By Annie Spilman
“With some of these issues that we face, if we were to try to start our business today, we may not be able to.”
“As a compliance officer, that’s a nightmare.”
“That has the possibility of sinking my company.”
These were just some of the warnings legislators heard from Texas small businesses during the 86th legislative session. If left unchecked, the growing web of local employment regulations spreading across the state will strangle new job growth and make it harder to do business in Texas.
Time and again, those concerns have been presented to city councils as they consider passing paid sick leave ordinances. Time and again city officials have disregarded them in favor of scoring political points with special interest labor groups.
San Antonio has created a commission whose purpose is to tweak the city’s harmful paid sick leave law — and not in a meaningful way, but shrewdly changing the title of the ordinance to withstand court scrutiny. That’s correct — the law in its current form will not stand up to a legal challenge. Despite this fact and the massive outcry from San Antonio’s small businesses, City Council passed it anyway. Now the commission has suggested changes to the law that will make it even more burdensome for small-business employers.
Local employment regulations like paid sick leave are a relatively recent national phenomena, but they have become the single biggest threat to our economy. In passing these regulations, city officials dictate private employment policies that affect anyone who crosses the city limits for work, regardless of where they live or where their business is based.
Regulating something so ubiquitous as employment on a city-by-city basis is illogical, inefficient and unpredictable. If every Texas city passed its own employment regulations, the layers of unnecessary bureaucracy would be so overwhelming they would drive out anyone looking to do business in multiple cities. It would have serious implications for all Texas employers, including restaurants, retail stores, contractors and health care facilities.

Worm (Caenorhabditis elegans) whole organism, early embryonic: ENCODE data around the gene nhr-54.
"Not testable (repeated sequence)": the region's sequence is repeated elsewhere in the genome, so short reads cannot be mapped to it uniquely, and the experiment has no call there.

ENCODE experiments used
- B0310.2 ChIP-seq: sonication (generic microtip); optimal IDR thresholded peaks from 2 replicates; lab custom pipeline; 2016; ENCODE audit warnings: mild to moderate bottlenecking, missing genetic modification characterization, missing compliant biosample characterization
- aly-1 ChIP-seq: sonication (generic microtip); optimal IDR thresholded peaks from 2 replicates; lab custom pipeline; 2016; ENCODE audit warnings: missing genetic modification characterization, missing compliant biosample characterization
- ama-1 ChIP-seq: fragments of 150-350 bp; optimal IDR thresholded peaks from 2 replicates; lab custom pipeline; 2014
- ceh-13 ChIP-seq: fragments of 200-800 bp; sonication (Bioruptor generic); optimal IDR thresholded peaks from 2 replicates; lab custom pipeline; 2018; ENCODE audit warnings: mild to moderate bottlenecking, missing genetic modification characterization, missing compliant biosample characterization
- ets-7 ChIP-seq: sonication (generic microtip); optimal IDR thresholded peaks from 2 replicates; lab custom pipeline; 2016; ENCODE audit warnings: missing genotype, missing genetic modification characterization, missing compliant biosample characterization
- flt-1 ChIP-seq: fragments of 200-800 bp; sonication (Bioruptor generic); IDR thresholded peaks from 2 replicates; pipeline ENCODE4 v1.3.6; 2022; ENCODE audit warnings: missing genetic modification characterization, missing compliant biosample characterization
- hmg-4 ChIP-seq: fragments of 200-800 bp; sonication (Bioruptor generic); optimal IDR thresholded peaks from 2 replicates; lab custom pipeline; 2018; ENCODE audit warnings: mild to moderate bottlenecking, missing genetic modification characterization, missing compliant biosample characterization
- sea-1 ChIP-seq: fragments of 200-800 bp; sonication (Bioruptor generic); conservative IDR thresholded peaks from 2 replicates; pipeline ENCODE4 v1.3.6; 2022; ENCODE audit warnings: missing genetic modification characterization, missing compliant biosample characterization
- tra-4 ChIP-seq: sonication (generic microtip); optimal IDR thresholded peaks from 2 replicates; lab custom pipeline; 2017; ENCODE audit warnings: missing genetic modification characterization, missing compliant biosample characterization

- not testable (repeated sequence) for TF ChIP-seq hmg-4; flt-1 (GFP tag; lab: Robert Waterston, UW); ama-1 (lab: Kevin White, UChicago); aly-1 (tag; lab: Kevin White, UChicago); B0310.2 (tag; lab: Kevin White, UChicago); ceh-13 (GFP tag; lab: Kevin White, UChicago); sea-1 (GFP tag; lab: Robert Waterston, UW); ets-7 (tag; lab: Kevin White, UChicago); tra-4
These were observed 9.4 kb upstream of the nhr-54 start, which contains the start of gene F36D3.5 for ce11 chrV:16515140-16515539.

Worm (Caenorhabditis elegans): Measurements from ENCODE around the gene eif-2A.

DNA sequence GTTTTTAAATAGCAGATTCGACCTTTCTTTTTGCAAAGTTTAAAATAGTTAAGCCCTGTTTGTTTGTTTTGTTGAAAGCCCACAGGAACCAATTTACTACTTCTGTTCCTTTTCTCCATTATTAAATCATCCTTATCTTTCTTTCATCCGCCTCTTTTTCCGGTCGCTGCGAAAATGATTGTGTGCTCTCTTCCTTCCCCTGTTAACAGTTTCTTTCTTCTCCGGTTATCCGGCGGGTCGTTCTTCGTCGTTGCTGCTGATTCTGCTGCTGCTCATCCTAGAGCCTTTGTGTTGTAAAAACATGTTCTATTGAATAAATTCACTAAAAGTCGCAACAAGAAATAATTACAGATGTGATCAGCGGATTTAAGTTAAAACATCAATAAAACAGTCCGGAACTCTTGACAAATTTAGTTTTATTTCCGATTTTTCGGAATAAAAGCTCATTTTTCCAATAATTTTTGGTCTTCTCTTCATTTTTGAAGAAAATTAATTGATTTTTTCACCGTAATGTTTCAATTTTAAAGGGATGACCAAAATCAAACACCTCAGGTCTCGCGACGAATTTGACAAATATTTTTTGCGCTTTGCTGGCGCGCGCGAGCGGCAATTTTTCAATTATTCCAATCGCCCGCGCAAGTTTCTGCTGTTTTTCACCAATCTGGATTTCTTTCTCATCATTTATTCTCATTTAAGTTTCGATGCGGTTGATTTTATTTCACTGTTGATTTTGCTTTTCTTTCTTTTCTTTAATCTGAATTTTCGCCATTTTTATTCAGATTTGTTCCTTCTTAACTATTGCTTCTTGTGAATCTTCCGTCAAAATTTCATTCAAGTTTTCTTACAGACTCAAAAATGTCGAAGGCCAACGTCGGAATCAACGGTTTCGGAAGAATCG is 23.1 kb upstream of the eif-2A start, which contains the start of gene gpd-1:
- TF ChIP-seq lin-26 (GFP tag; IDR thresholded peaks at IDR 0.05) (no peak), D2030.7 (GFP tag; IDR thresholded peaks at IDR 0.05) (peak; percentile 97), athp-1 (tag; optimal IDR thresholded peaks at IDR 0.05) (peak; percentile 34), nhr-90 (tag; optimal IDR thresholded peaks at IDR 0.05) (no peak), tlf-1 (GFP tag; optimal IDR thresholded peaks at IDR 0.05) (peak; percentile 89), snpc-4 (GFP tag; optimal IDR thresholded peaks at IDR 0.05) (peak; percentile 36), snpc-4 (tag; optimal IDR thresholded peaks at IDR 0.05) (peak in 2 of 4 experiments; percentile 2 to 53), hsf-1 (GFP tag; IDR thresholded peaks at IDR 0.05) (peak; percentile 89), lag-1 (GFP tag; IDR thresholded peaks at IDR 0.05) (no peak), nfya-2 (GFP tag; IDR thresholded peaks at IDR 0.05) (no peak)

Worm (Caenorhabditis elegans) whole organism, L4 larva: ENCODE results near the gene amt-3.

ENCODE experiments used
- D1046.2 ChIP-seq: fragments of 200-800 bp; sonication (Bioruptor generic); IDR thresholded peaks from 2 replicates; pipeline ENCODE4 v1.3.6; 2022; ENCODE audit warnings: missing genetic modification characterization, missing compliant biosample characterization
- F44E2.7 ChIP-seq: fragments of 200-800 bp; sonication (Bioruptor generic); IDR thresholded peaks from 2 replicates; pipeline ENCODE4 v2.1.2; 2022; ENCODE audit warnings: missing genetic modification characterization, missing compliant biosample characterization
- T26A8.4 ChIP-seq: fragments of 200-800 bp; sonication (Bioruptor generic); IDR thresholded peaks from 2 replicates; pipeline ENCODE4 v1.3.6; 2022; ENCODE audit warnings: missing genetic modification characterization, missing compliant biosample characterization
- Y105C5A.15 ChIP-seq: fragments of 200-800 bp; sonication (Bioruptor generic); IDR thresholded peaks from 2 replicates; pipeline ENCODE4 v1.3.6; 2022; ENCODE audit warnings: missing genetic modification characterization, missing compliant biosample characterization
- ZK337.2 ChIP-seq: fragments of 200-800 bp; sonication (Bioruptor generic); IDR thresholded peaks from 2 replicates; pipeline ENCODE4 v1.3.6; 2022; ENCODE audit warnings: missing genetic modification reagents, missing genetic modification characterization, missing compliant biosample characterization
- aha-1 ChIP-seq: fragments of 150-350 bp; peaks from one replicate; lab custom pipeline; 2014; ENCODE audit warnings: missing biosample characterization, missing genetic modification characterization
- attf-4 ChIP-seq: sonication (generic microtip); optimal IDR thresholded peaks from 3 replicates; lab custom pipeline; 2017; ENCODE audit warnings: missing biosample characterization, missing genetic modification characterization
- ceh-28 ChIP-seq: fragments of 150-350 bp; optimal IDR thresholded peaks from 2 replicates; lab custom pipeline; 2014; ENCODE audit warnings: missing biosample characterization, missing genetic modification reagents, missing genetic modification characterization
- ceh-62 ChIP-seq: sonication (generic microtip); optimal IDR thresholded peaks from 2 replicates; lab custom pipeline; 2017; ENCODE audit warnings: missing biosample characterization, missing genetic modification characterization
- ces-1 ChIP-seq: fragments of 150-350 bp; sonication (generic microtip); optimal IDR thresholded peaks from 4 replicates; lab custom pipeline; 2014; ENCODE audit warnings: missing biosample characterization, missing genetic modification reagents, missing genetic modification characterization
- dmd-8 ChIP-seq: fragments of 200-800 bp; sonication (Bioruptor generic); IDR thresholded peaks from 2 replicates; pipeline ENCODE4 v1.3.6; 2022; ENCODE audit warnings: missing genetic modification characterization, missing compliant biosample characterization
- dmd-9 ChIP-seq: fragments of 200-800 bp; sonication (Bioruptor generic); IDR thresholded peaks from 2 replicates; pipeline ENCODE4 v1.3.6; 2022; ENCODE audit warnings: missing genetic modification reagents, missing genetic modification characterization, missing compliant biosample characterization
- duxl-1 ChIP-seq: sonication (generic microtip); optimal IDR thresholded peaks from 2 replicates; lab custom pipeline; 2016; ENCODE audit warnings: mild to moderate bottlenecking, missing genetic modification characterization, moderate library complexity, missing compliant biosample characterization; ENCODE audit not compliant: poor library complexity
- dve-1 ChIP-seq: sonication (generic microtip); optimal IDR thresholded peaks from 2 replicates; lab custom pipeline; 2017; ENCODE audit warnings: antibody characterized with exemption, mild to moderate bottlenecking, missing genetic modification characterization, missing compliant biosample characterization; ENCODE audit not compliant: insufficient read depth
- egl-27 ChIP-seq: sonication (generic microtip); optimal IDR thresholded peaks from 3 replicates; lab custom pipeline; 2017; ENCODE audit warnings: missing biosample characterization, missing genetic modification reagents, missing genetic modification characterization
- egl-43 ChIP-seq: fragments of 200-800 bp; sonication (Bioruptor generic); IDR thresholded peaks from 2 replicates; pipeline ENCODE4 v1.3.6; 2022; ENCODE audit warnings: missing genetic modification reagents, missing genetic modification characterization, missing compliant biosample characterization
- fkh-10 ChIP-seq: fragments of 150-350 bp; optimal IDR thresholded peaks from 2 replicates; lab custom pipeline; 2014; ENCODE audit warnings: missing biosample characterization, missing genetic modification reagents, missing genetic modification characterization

The issue is not necessarily the policy or the wage benefit being provided — in fact, many small-business owners testified to the Legislature they already provide the types of benefits being mandated by the paid sick leave ordinance. The problem is the inconsistency created by regulating in a piecemeal, city-by-city approach.
When businesses face uncertainty and unpredictability, their ability to grow, hire more employees and invest in their employees by offering higher wages, bonuses or benefits is hindered, if not halted. That is a losing proposition for all Texas workers.
The question we face now is whether our local leaders will stand up for Texas jobs and keep our economy globally competitive or allow burdensome local regulations to rob Texans of the opportunity to work.
The Alliance for Strengthening and Securing the Economy in Texas, known as ASSET, collectively represents millions of employers and employees in the Lone Star State and almost every industrial sector of our economy. We believe employment and business operational decisions are best left to private employers, not government.
The bottom line is employment regulations are a statewide issue affecting statewide job growth. San Antonio elected officials should not attempt to dictate private business policies with statewide implications. Texas businesses can — and should — have the ultimate say on this issue.
The council meets Thursday to consider the revised draft.